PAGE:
The boundary element method (BEM) is a computational method particularly suited to solution of linear partial differential equations (PDEs), including the Laplace and Stokes equations, in complex geometries. The PDEs are formulated as boundary integral equations over bounding surfaces, which can be discretized for numerical solution. This manuscript reviews application of the BEM for simulation of the dynamics of “active” colloids that can self-propel through liquid solution. We introduce basic concepts and model equations for both catalytically active colloids and the “squirmer” model of a ciliated biological microswimmer. We review the foundations of the BEM for both the Laplace and Stokes equations, including the application to confined geometries, and the extension of the method to include thermal fluctuations of the colloid. Finally, we discuss recent and potential applications to research problems concerning active colloids. The aim of this review is to facilitate development and adoption of boundary element models that capture the interplay of deterministic and stochastic effects in the dynamics of active colloids.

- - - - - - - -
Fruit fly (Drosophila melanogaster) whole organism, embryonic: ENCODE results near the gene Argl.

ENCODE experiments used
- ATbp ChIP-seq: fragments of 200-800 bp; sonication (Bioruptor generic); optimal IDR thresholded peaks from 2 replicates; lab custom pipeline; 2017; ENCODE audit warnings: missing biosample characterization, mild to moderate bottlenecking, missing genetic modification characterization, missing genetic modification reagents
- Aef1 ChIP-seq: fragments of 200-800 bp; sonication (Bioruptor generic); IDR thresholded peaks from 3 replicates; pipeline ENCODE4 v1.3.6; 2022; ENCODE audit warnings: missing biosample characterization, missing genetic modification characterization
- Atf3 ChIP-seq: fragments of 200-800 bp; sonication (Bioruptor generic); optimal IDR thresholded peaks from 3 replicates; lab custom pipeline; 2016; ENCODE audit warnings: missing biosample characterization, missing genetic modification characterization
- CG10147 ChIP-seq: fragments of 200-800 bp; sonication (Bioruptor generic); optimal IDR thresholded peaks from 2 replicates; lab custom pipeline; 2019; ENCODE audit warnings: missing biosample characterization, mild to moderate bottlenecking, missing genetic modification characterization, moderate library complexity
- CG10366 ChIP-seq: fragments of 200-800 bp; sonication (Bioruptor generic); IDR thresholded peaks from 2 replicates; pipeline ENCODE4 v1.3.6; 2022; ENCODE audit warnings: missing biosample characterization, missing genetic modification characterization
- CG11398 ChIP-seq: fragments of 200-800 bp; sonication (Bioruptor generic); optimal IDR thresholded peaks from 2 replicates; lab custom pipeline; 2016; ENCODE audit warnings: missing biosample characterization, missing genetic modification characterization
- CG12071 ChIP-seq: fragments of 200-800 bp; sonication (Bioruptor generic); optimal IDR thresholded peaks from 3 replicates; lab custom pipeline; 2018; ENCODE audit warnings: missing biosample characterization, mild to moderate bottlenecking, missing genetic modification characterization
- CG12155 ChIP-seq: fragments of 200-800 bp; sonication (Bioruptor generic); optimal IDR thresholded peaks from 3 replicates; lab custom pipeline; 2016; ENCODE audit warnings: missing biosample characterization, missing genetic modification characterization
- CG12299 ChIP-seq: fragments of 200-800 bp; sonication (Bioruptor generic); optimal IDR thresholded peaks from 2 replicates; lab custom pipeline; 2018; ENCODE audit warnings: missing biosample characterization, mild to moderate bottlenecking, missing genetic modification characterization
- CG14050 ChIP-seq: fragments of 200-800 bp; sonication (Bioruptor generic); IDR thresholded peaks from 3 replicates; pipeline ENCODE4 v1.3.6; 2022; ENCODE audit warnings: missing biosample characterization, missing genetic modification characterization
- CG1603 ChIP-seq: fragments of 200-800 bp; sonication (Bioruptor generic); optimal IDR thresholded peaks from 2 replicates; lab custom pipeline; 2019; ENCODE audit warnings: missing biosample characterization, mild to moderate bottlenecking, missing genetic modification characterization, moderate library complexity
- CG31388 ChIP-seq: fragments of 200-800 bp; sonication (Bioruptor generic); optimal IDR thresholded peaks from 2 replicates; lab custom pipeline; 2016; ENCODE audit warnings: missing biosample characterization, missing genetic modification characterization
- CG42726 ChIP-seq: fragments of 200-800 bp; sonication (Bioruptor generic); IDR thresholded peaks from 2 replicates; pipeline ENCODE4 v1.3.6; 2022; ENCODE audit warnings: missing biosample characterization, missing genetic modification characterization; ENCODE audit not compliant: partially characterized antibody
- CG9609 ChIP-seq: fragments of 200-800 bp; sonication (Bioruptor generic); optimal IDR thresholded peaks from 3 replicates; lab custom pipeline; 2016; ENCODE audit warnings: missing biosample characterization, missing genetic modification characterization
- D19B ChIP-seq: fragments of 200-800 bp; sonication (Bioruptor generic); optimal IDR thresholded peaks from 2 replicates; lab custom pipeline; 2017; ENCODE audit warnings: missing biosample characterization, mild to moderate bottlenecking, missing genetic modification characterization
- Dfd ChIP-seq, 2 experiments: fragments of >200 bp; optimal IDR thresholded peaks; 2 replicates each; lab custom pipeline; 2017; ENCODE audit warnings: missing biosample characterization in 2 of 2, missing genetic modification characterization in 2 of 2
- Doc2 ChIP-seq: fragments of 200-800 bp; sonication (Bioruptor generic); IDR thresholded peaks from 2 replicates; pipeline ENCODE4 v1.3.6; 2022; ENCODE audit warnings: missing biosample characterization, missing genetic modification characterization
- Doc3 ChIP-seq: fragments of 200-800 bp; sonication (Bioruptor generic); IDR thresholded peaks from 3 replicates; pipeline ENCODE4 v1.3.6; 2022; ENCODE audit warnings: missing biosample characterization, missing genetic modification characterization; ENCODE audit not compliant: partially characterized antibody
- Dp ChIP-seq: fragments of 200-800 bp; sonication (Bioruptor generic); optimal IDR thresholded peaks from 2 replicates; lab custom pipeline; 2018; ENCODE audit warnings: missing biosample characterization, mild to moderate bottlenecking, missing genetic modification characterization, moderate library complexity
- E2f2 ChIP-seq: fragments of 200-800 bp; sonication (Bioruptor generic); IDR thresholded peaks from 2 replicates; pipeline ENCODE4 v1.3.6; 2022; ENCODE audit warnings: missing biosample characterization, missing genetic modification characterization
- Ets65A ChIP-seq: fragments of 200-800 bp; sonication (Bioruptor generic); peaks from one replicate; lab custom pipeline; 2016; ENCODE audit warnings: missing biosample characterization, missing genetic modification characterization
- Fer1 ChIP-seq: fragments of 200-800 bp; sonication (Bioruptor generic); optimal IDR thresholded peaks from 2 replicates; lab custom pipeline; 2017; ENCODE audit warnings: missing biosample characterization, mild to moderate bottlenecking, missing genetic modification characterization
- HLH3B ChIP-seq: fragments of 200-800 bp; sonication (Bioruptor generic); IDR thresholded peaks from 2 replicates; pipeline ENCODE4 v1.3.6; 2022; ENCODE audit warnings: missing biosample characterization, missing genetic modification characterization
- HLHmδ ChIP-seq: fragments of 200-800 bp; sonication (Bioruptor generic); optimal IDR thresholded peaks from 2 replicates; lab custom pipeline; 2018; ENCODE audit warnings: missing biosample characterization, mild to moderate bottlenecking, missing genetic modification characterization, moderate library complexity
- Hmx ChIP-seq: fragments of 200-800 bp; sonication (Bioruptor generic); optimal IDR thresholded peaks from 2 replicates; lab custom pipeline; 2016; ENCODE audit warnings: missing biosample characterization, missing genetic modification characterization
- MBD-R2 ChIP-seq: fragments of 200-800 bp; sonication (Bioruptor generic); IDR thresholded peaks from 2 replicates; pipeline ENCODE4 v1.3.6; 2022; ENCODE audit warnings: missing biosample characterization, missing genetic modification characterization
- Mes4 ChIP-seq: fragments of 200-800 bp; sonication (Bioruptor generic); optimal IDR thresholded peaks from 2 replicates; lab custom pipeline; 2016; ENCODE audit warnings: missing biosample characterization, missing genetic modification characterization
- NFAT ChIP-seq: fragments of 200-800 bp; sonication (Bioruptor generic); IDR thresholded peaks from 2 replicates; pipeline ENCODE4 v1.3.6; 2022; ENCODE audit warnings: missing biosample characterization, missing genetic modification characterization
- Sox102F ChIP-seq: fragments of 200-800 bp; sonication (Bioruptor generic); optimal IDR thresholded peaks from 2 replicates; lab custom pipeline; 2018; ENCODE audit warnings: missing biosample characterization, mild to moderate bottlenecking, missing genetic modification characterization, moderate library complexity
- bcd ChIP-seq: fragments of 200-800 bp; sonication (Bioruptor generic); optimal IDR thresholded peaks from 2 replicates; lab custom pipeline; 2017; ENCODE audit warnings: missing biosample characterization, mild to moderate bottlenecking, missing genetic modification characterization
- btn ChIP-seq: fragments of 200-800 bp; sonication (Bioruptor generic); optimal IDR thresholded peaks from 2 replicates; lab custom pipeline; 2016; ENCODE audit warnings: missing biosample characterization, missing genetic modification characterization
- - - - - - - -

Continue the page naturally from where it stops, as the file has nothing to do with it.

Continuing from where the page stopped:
Part of the book: Non-Equilibrium Particle Dynamics